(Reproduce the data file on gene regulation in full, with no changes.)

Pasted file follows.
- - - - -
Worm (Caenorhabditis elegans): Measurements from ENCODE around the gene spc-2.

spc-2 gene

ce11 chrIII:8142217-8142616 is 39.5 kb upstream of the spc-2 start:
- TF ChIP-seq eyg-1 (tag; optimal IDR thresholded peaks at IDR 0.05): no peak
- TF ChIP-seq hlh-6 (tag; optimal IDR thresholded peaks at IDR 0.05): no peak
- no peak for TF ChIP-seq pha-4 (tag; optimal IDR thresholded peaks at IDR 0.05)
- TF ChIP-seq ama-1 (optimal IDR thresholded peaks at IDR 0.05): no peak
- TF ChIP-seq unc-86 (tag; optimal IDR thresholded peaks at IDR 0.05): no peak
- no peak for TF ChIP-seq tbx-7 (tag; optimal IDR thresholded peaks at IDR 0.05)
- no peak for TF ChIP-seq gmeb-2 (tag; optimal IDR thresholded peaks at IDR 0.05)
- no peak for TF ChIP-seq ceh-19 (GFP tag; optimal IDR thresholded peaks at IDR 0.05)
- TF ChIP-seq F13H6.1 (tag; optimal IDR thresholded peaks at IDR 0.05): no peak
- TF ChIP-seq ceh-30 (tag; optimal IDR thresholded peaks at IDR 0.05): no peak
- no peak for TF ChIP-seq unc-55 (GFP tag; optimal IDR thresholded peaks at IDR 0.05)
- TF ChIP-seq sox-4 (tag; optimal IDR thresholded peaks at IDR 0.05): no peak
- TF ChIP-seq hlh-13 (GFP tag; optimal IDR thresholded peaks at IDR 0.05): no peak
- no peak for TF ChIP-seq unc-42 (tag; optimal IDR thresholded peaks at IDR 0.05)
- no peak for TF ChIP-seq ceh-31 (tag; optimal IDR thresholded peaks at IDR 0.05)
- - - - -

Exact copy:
Worm (Caenorhabditis elegans): Measurements from ENCODE around the gene spc-2.

spc-2 gene

ce11 chrIII:8142217-8142616 is 39.5 kb upstream of the spc-2 start:
- TF ChIP-seq eyg-1 (tag; optimal IDR thresholded peaks at IDR 0.05): no peak
- TF ChIP-seq hlh-6 (tag; optimal IDR thresholded peaks at IDR 0.05): no peak
- no peak for TF ChIP-seq pha-4 (tag; optimal IDR thresholded peaks at IDR 0.05)
- TF ChIP-seq ama-1 (optimal IDR thresholded peaks at IDR 0.05): no peak
- TF ChIP-seq unc-86 (tag; optimal IDR thresholded peaks at IDR 0.05): no peak
- no peak for TF ChIP-seq tbx-7 (tag; optimal IDR thresholded peaks at IDR 0.05)
- no peak for TF ChIP-seq gmeb-2 (tag; optimal IDR thresholded peaks at IDR 0.05)
- no peak for TF ChIP-seq ceh-19 (GFP tag; optimal IDR thresholded peaks at IDR 0.05)
- TF ChIP-seq F13H6.1 (tag; optimal IDR thresholded peaks at IDR 0.05): no peak
- TF ChIP-seq ceh-30 (tag; optimal IDR thresholded peaks at IDR 0.05): no peak
- no peak for TF ChIP-seq unc-55 (GFP tag; optimal IDR thresholded peaks at IDR 0.05)
- TF ChIP-seq sox-4 (tag; optimal IDR thresholded peaks at IDR 0.05): no peak
- TF ChIP-seq hlh-13 (GFP tag; optimal IDR thresholded peaks at IDR 0.05): no peak
- no peak for TF ChIP-seq unc-42 (tag; optimal IDR thresholded peaks at IDR 0.05)
- no peak for TF ChIP-seq ceh-31 (tag; optimal IDR thresholded peaks at IDR 0.05)